As previously reported on HTFP, the corporation’s ‘Future of News’ report, commissioned by its Head of News James Harding, cited the regional press as “one of the biggest market failures in the last decade” and argued that the BBC would have to do more in future to provide local news as a result.
But the report’s findings – which fly in the face of attempts by indistry leaders and some polticians to curb the BBC’s local online presence – have drawn criticism from across the industry.
James had previously pledged in a speech at the Society of Editors conference last November to help lead what he termed “the revival” of local journalism.
In a blog post John McLellan, director of the Scottish Newspaper Society, pictured above left, wrote: “Ironically, in seeking to address the needs of the UK’s regions he takes a blanket approach to the whole of the UK which fails to acknowledge considerable variations within it.
He added: “Let there be no doubt, a news provider funded by the tax-payer under a system whereby failure to pay can still ultimately end up in jail, will always distort any commercial market it enters.
“A news organisation like the BBC, hidebound by its charter, can never choose to be partisan in the same way as the best newspaper campaigns and the BBC, certainly in Scotland still relies on newspapers to unearth the exclusives upon which it relies so regularly.
“No-one denies the news business is tough, but to think that the further intervention of the state broadcaster will somehow make things better for the public is fanciful in the extreme.”
On her website, she wrote: “The self-satisfied tone of what’s been produced almost makes me want to stop paying my licence fee altogether. Within the document, which sets out the importance of mobile devices, data journalism and quality community reporting, the BBC sticks a great big knife into the back of regional newspapers… and then stands back to watch with glee while its suffering rival splutters for life on the floor.”
She added: “Gone is the charade of a potential partnership with regional newspapers it seems – after all, why would the Beeb want to bother with that when it could simply step into the still slightly warm shoes of all the dying newspapers it is now trampling across?”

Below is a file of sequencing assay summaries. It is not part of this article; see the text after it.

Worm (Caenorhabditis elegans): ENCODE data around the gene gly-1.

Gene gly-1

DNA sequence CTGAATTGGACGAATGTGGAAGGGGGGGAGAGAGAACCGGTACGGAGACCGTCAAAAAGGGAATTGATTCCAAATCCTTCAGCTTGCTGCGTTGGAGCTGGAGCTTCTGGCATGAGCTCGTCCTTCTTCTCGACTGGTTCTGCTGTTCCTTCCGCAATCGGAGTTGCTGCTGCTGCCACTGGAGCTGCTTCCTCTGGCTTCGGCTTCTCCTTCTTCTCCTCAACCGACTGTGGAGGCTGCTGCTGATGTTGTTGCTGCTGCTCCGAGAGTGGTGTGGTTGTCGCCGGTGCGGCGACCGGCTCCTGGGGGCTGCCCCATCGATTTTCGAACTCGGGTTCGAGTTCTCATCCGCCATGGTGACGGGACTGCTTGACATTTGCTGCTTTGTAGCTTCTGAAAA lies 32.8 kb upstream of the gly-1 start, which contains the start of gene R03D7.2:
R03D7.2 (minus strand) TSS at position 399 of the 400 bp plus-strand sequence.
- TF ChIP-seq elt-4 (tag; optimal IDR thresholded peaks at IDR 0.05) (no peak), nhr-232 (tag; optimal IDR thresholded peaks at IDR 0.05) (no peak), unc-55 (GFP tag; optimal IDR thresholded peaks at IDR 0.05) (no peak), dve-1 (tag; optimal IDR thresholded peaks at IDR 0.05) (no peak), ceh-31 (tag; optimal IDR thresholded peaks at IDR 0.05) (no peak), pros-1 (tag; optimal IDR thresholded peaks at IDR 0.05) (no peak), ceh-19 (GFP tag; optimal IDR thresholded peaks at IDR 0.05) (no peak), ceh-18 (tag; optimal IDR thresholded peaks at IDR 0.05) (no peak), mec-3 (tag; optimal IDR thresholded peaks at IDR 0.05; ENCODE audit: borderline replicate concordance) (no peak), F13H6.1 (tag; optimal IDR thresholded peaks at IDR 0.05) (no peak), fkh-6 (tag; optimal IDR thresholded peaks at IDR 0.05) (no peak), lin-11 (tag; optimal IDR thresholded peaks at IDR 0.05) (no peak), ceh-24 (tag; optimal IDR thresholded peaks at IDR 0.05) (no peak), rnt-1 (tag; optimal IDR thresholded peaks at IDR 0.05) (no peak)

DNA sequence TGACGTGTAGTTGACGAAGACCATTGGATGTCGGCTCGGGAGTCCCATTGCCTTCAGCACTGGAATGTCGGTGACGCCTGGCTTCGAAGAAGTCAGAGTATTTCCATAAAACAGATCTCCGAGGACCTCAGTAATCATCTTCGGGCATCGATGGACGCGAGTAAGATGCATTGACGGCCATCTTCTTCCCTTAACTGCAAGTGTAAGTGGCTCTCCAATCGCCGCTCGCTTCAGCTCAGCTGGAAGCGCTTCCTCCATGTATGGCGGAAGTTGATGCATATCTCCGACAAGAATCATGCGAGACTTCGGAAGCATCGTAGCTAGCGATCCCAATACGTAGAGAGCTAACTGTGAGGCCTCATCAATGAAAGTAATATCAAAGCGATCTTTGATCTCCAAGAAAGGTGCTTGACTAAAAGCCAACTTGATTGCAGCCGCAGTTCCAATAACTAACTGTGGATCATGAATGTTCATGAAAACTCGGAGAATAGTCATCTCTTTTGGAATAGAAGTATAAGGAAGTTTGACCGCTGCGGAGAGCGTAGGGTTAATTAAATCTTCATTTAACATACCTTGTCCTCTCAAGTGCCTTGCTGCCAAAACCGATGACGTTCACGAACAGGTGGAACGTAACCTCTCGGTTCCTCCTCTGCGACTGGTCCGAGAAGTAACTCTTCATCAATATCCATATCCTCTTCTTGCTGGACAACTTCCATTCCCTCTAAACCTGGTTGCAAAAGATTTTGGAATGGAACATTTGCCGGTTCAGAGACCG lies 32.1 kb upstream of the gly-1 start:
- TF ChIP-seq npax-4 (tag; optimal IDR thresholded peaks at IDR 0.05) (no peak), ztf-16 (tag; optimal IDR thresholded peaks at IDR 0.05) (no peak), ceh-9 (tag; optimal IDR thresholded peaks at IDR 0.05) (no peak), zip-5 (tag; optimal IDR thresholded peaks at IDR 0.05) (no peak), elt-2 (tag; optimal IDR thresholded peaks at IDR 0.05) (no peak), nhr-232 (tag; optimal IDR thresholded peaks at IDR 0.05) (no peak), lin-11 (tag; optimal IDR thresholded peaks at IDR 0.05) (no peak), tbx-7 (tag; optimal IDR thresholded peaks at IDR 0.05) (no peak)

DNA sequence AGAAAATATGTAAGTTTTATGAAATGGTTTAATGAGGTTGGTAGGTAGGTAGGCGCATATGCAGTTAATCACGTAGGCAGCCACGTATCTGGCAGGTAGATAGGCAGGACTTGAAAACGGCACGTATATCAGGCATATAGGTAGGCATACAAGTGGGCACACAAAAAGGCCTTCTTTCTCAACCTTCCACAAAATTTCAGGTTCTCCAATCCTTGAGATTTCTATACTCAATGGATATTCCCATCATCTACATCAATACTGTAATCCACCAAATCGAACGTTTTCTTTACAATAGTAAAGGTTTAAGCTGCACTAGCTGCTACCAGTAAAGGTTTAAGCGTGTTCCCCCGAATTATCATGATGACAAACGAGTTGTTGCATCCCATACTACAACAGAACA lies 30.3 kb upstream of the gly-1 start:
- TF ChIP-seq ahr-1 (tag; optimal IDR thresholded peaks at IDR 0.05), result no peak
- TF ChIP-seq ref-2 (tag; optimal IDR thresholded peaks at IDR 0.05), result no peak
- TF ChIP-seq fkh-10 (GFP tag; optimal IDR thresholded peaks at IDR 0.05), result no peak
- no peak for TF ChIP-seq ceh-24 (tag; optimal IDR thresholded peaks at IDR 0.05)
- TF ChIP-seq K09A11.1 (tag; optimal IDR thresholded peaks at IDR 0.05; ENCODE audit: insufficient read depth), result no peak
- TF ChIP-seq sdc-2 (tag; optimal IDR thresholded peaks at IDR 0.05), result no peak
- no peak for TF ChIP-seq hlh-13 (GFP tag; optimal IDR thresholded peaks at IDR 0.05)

“However, the BBC has too quickly written off regional newspapers, they are not quite dead yet. While many papers have gone weekly they are producing good quality, up-to-the-minute news on their websites.”
At the 2013 Society of Editors conference, Home Secretary Theresa May blamed the growth in the corporation’s network of local websites for some of the industry’s difficulties.
A BBC spokesman said: “James Harding is a strong supporter of local journalism and has repeatedly stressed his commitment to helping it flourish. He was simply restating the importance of high quality local journalism to a public service broadcaster.
“Over the past year the BBC has started pilot schemes to share stories with local papers and to link through to newspaper websites from BBC Local Live pages. We have promised to improve attribution of stories which originate in local papers and agreed to a formal audit of how many BBC website stories originate in the local press.
“We have suggested other news organisations might consider covering such things as sport and courts for the BBC, we have hosted an industry event on data journalism and we are exploring joint ventures in local areas during the General Election campaign.
“The Future of News report was designed to stimulate debate. BBC News remains committed to maintaining a close dialogue with local newspapers. We believe a thriving local news business benefits the BBC and that a thriving regional BBC operation can benefit the local news business.”